Today, it would be hard to imagine a scenario in which it was difficult to find and consume alcohol in the city, so long as we're talking pre-last call. But in the second decade of the twentieth century, Tory Toronto was almost as conservative as they come, and damn proud of it.
According to Randall White's Too Good to be True: Toronto in the 1920s, the Ontario Temperance Act passed in 1916, under the Conservative government of William Howard Hearst.
It prohibited the sale of booze in Ontario, with the exception of "medicinal, mechanical and sacramental purposes" (sound familiar?).
At the time of the enactment into law, it wasn't entirely clear whether the OTA would remain in place after the ending of the Great War, When a provincial referendum was held following the 1919 provincial elections, however, the majority of Ontario voters were still in favour of prohibiting the sale of the "demon rum" and other liquors.
The new law was reflective of the larger social trends that were taking place in North America.
The temperance movement was quite successful in Great Britain and the United States, and ensured the passing of laws that made the practice of selling alcohol illegal.
One of the most active temperance groups was the Women's Christian Temperance Union, which had a local branch located at Gerrard West and Victoria Streets.
In the United States, the sale of alcohol was prohibited under the federal law, while in Canada it varied from province to province.
There was a short-lived federal ban during the "emergency period" near the end of World War I that applied to all of Canada. By 1916, every province had enacted legislation against it, with the exception of Quebec.
However, the OTA did not prohibit the practice of buying alcoholic beverages. When the brief federal prohibition was lifted, permanently sober and thirsty Torontonians were able to legally order cases of their favourite alcoholic indulgence from Montreal.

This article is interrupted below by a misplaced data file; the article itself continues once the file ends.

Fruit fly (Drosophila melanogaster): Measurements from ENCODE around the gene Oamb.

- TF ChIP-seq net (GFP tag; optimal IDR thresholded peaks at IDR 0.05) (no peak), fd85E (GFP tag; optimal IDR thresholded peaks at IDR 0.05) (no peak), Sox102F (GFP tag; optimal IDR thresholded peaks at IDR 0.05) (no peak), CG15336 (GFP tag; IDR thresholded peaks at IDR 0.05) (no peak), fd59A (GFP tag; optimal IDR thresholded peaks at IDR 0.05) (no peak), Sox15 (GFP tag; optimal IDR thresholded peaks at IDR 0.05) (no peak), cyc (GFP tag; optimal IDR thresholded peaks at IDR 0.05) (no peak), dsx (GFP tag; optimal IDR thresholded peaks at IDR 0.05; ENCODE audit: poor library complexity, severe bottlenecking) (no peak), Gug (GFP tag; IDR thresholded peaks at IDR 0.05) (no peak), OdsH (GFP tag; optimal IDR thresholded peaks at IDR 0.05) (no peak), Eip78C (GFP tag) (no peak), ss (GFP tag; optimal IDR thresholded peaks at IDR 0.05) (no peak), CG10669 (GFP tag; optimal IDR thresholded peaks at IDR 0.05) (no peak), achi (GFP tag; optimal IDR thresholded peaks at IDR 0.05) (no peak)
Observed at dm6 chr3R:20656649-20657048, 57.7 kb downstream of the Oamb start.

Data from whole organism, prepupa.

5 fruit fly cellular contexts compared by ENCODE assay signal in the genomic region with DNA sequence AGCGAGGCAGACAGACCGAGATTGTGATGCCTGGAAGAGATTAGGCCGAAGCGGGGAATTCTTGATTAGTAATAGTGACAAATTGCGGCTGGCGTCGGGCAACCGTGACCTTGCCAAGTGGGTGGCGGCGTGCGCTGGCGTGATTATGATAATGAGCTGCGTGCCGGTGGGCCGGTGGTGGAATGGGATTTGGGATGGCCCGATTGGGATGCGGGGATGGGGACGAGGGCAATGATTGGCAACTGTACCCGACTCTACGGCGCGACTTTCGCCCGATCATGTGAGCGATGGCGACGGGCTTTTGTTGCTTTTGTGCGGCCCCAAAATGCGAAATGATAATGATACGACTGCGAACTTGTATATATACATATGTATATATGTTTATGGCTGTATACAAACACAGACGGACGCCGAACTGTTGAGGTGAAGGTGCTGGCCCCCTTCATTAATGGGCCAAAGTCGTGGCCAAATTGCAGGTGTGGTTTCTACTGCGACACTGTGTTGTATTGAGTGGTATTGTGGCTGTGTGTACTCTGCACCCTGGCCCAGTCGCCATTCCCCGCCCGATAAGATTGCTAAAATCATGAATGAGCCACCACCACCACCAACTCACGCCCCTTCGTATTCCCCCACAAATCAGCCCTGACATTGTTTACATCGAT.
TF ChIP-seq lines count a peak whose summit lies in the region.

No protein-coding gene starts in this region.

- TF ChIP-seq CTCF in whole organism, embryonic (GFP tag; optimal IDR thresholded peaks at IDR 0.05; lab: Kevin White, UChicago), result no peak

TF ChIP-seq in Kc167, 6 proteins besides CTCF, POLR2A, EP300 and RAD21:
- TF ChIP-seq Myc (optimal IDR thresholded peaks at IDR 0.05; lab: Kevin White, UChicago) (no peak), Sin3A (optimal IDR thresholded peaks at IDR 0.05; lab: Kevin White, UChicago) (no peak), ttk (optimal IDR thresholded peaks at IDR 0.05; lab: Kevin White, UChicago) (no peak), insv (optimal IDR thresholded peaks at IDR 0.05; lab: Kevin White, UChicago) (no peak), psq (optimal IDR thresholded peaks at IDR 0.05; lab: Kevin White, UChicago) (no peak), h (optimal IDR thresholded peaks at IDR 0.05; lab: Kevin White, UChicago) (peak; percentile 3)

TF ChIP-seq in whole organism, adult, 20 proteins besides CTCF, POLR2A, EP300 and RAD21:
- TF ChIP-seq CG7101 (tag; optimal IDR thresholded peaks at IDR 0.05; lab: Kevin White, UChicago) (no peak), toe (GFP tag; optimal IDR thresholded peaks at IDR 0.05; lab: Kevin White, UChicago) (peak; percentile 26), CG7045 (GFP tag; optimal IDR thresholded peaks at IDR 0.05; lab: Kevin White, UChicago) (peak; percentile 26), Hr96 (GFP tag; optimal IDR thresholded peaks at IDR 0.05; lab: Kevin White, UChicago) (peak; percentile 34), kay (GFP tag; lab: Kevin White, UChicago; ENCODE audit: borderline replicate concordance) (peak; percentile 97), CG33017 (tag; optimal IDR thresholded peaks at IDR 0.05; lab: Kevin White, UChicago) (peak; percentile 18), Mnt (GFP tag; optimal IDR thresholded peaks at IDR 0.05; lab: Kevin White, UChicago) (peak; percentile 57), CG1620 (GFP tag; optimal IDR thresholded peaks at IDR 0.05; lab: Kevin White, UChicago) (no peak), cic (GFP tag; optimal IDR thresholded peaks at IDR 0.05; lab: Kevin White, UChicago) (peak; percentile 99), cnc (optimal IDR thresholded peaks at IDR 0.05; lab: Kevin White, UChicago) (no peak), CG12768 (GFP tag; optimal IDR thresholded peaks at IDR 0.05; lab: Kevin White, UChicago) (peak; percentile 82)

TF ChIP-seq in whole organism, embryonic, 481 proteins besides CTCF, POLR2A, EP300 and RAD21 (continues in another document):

This practice soon met with criticism from temperance activists. Indeed, it seems that the OTA had no teeth, as it failed to dissuade Torontonians from drinking, although it directly contributed to the profits of opportunistic merchants in Montreal.
As a result, another referendum was held on April 18, 1921. This time, the voters were faced with the question, "Shall the importation and the bringing of intoxicating liquors into the province be forbidden?
Most of them voted in favour of the ban on the import of alcohol in Ontario, although by that time, most Torontonians opposed it.
One of the exceptions under the OTA allowed for the sale of alcohol when prescribed by a doctor to his or her patient.
Thus, many drinkers started to experience reoccurring infirmities of various sorts that could only be cured with alcohol. Their "plight" inspired sympathy in many doctors, who were glad to treat their patients with alcohol sold in pharmacies in quart bottles.
In 1920, it was found that ninety percent of the prescriptions for medicinal alcohol weren't medically warranted. It was also alleged that one doctor "treated" two thousand patients in one month, while another saw 487 patients in one day.
A year later, doctors were legally bound to issue such prescription no more than forty times a month. Despite increasing legal measures seeking to control the sale and the consumption of liquor, Torontonians remained faithfully persistent in their efforts of obtaining alcohol.
Can you blame them?
by Agatha Barc via blogTO